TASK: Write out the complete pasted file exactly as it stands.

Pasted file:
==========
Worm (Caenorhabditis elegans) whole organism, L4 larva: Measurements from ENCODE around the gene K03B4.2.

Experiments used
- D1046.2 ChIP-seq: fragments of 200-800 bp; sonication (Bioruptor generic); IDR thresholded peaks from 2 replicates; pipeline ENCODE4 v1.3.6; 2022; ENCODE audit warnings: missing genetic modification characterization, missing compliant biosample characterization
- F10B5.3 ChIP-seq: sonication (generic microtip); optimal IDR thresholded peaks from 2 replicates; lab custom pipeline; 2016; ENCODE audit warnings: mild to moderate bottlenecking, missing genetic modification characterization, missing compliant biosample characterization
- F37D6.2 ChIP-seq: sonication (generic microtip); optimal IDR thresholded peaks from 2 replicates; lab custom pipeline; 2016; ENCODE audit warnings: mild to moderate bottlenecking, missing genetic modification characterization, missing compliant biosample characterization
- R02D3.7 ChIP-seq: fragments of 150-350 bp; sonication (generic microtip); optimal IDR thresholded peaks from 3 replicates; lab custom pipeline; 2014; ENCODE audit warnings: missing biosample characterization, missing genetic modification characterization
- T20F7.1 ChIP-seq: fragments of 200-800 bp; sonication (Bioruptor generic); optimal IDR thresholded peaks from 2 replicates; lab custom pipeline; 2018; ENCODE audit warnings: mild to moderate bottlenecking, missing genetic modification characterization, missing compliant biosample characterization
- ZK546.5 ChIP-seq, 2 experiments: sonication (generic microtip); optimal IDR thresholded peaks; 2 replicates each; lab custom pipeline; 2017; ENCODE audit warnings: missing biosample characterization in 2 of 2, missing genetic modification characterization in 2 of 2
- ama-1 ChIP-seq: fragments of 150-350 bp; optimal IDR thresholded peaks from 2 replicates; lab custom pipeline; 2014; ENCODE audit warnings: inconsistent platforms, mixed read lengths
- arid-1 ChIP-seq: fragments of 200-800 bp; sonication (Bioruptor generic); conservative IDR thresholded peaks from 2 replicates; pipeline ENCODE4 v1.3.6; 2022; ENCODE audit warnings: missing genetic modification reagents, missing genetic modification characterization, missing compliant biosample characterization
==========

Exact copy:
Worm (Caenorhabditis elegans) whole organism, L4 larva: Measurements from ENCODE around the gene K03B4.2.

Experiments used
- D1046.2 ChIP-seq: fragments of 200-800 bp; sonication (Bioruptor generic); IDR thresholded peaks from 2 replicates; pipeline ENCODE4 v1.3.6; 2022; ENCODE audit warnings: missing genetic modification characterization, missing compliant biosample characterization
- F10B5.3 ChIP-seq: sonication (generic microtip); optimal IDR thresholded peaks from 2 replicates; lab custom pipeline; 2016; ENCODE audit warnings: mild to moderate bottlenecking, missing genetic modification characterization, missing compliant biosample characterization
- F37D6.2 ChIP-seq: sonication (generic microtip); optimal IDR thresholded peaks from 2 replicates; lab custom pipeline; 2016; ENCODE audit warnings: mild to moderate bottlenecking, missing genetic modification characterization, missing compliant biosample characterization
- R02D3.7 ChIP-seq: fragments of 150-350 bp; sonication (generic microtip); optimal IDR thresholded peaks from 3 replicates; lab custom pipeline; 2014; ENCODE audit warnings: missing biosample characterization, missing genetic modification characterization
- T20F7.1 ChIP-seq: fragments of 200-800 bp; sonication (Bioruptor generic); optimal IDR thresholded peaks from 2 replicates; lab custom pipeline; 2018; ENCODE audit warnings: mild to moderate bottlenecking, missing genetic modification characterization, missing compliant biosample characterization
- ZK546.5 ChIP-seq, 2 experiments: sonication (generic microtip); optimal IDR thresholded peaks; 2 replicates each; lab custom pipeline; 2017; ENCODE audit warnings: missing biosample characterization in 2 of 2, missing genetic modification characterization in 2 of 2
- ama-1 ChIP-seq: fragments of 150-350 bp; optimal IDR thresholded peaks from 2 replicates; lab custom pipeline; 2014; ENCODE audit warnings: inconsistent platforms, mixed read lengths
- arid-1 ChIP-seq: fragments of 200-800 bp; sonication (Bioruptor generic); conservative IDR thresholded peaks from 2 replicates; pipeline ENCODE4 v1.3.6; 2022; ENCODE audit warnings: missing genetic modification reagents, missing genetic modification characterization, missing compliant biosample characterization